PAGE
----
A Fairfax City man who pleaded guilty to committing credit-card fraud with a home computer system that a federal prosecutor said was similar to one in the movie "War Games," was sentenced yesterday to 2 1/2 years in prison.

Richard P. Shanklin, a 30-year-old electronics technician, pleaded guilty last month to defrauding a Springfield man of $2,900 by using the man's credit-card number and other credit information that he obtained by tapping into the computer of the Credit Bureau of Atlanta, a credit history firm.

Assistant U.S. Attorney Loren W. Hershey said Shanklin used the information to buy $2,900 worth of computer equipment from a Charlestown, Mass., firm that billed it to the MasterCard and VISA accounts of Gordon Hui of Springfield.

In exchange for Shanklin's plea, the prosecution dropped 14 other counts against him in which he was charged with using his home computer to obtain private credit information on about 80 persons--including well-known entertainers Cheryl Ladd and Linda Blair--in order to obtain about $50,000 worth of computer and other electronic equipment between last September and April.

The comparison of Shanklin's home computer setup to one depicted in the movie "War Games" came from prosecutor Hershey. In the movie, a teen-ager uses a home computer to gain access to a computer with national security secrets.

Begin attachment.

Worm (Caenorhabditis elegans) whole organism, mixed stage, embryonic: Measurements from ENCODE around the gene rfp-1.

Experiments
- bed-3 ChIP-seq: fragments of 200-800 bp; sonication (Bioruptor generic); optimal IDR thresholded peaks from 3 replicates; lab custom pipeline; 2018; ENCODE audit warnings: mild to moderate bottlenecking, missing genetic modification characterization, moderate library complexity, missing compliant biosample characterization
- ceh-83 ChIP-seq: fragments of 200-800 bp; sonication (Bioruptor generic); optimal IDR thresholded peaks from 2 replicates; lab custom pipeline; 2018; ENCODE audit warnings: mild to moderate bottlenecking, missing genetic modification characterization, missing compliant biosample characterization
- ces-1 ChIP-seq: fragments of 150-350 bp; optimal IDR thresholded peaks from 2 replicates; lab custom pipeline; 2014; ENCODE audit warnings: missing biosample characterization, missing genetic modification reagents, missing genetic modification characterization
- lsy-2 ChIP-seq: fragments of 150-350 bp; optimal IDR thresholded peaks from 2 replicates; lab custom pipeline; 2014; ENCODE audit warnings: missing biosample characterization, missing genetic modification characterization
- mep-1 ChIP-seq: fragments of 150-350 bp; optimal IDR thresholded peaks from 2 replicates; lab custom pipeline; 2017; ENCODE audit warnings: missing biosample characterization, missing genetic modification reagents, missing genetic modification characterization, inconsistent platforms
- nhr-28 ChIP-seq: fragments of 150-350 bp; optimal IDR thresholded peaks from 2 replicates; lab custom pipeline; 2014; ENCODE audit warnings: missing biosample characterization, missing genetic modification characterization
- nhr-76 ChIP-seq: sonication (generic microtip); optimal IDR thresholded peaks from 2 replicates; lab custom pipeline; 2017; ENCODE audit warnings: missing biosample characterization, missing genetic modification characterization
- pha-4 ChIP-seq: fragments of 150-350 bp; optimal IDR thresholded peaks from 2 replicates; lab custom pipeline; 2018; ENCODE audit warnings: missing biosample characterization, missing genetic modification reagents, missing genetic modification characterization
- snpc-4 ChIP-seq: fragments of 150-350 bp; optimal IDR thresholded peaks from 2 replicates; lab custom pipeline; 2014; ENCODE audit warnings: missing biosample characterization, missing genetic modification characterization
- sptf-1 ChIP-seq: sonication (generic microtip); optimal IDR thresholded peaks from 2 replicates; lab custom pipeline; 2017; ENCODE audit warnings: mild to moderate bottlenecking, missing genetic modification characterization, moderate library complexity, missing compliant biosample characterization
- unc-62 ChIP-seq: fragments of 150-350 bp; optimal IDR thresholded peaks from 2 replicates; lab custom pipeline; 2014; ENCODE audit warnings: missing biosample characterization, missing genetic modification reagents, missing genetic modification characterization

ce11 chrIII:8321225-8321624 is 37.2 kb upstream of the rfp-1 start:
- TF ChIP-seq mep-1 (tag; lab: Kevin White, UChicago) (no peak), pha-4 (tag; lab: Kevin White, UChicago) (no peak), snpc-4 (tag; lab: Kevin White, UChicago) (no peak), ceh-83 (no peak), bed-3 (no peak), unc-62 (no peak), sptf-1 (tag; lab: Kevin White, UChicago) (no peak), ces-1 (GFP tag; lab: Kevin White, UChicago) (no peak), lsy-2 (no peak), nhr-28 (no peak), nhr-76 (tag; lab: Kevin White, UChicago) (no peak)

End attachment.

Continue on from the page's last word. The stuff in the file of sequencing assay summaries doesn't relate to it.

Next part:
Shanklin, who lives at 3406 Brookwood Dr., Fairfax City, obtained the secret access code to the Credit Bureau computer from the J.C. Penney Co., apparently by impersonating a Credit Bureau employe over the telephone, Hershey said.

The indictment against Shanklin said that the equipment he obtained allegedly with other people's credit-card numbers was delivered, usually by United Parcel Service, to a Northern Virginia freight depot or to his home.

U.S. District Judge Richard L. Williams, sitting in Alexandria, ordered Shanklin to serve his sentence at the Butner, N.C., federal prison, where he can receive psychological counseling requested by both Shanklin and his attorney, Hershey said.

"I'm really sorry," Shanklin told the judge. "I hope I get the help I want and need so these things won't happen again."

"I do concede he does have a personal problem," Hershey said after sentencing. "But this guy has a cunning and deceitful intelligence."

Hershey said Shanklin was convicted in 1981 in Alexandria of illegally procuring airline tickets and sentenced to the Butner prison to receive psychiatric counseling. But the facility had no room for him and he served a one-year sentence at a federal prison in Lexington, Ky., Hershey said.